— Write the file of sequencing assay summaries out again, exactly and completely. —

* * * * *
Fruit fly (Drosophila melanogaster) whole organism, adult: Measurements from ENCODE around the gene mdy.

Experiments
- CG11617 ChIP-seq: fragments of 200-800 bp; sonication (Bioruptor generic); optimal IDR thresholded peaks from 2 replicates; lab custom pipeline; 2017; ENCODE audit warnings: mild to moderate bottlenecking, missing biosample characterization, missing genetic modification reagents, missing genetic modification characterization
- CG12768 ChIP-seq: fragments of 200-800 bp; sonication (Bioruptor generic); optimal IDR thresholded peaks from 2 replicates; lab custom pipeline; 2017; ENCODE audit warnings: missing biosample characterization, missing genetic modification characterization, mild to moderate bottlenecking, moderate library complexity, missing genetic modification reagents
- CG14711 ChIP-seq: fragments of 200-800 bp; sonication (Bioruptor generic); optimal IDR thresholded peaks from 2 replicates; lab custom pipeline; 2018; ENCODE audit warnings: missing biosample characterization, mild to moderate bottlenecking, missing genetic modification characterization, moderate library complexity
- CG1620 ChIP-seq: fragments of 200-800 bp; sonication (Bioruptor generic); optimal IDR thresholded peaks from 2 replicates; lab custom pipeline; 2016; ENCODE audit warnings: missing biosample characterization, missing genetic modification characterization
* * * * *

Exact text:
Fruit fly (Drosophila melanogaster) whole organism, adult: Measurements from ENCODE around the gene mdy.

Experiments
- CG11617 ChIP-seq: fragments of 200-800 bp; sonication (Bioruptor generic); optimal IDR thresholded peaks from 2 replicates; lab custom pipeline; 2017; ENCODE audit warnings: mild to moderate bottlenecking, missing biosample characterization, missing genetic modification reagents, missing genetic modification characterization
- CG12768 ChIP-seq: fragments of 200-800 bp; sonication (Bioruptor generic); optimal IDR thresholded peaks from 2 replicates; lab custom pipeline; 2017; ENCODE audit warnings: missing biosample characterization, missing genetic modification characterization, mild to moderate bottlenecking, moderate library complexity, missing genetic modification reagents
- CG14711 ChIP-seq: fragments of 200-800 bp; sonication (Bioruptor generic); optimal IDR thresholded peaks from 2 replicates; lab custom pipeline; 2018; ENCODE audit warnings: missing biosample characterization, mild to moderate bottlenecking, missing genetic modification characterization, moderate library complexity
- CG1620 ChIP-seq: fragments of 200-800 bp; sonication (Bioruptor generic); optimal IDR thresholded peaks from 2 replicates; lab custom pipeline; 2016; ENCODE audit warnings: missing biosample characterization, missing genetic modification characterization